State officials called for the order to figure out how widespread the the sewer-gas line convergence is. The department has given Xcel Energy 30 days to comply.

Xcel will begin checking lines on Monday. Xcel Vice President of Operations Bill Kaphing urged Metro Area residents that there "is no threat whatsoever unless they are having work done on their sewer pipe."

Same-sex, binational couples to gain rights under new bill

Katherine Glover of MinnPost.com wrote on Thursday that same-sex couples where one partner is not a U.S. citizen will gain new protection under The Uniting American Families Act.

The bill, introduced by Rep. Jerrold Nadler, D-N.Y., will prevent these couples from being split-up in the event that one partner loses his/her legal resident status, according to an article from the Twin Cities' Daily Planet.

Julie Kruse, policy director at Immigration Equality said the bill would "treat a permanent partner as an immediate relative similar to a spouse or child or parent."

Rep. Nadler introduced similar bills in both 2000 and 2003, but it wasn't until this recent draft that attracted so many sponsors. Just upon introduction, the bill inspired 84 House representatives to sponsorship. Two of those sponsors were Minnesota's own Reps. Keith Ellison and Betty McCollum.

MinnPost.com reported that Kruse's organization estimates there are 37,000 bi-national same-sex couples in the United States, 46 percent of them with children.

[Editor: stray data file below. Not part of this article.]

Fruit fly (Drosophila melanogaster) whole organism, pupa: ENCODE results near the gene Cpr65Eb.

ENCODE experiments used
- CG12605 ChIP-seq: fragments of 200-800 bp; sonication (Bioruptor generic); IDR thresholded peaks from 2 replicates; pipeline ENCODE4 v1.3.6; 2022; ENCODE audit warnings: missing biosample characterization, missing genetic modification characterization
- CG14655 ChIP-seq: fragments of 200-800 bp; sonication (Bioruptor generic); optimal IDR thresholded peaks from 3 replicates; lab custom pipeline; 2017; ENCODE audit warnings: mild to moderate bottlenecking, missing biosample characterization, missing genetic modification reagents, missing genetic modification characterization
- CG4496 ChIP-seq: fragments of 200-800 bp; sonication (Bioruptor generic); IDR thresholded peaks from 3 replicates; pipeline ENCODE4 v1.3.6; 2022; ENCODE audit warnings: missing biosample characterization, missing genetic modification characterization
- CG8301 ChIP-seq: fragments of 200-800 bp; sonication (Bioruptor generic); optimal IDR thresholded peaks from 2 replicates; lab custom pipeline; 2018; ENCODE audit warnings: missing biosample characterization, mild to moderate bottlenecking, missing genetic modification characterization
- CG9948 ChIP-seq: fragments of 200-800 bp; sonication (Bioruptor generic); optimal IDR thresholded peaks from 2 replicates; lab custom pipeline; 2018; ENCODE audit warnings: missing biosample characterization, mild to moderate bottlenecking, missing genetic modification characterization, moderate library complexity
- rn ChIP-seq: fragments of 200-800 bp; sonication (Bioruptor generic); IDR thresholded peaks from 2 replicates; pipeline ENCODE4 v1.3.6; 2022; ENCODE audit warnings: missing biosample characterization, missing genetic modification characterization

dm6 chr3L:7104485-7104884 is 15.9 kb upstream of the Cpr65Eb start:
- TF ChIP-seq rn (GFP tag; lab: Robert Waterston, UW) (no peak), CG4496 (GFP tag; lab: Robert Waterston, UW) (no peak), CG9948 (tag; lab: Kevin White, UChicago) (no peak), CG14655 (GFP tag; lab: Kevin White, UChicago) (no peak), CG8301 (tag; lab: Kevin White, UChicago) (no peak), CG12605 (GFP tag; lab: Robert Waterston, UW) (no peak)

One image reveals the on-going trouble of child trafficking in China

Quirky China News recently released this photo revealing the ever-present dangers of child trafficking in China.

The child, as identified by The Guardian, is two-year-old Jingdan, the first-born son of parents who migrated to Beijing and recently lost their daughter to what they believe was abduction. Jingdan's parents keep him chained for fear that they might lose him like they did his sister in January.

Due to Jingdan's parents' migrant status, they legally do not have access to state-run education or childcare systems. Jingdan's father, Chen Chuanliu, is a motorcycle taxi driver, earning about 50 yuan per day, or $7.32, and cannot afford safe childcare while he is working. Jingdan's mother has learning disabilities, and according to CNN in not capable of minding the boy at all times.

For these reasons, the parents are left with no choice but to lock their son with padlock and chain. Both The Guardian and CNN report that Beijing's streets are rife with kidnapping. Numbers in the tens of thousands have been reported, and Chinese authorities have found the reasons ranging from wealthy families needing an heir to street gangs needing an innocent face for begging.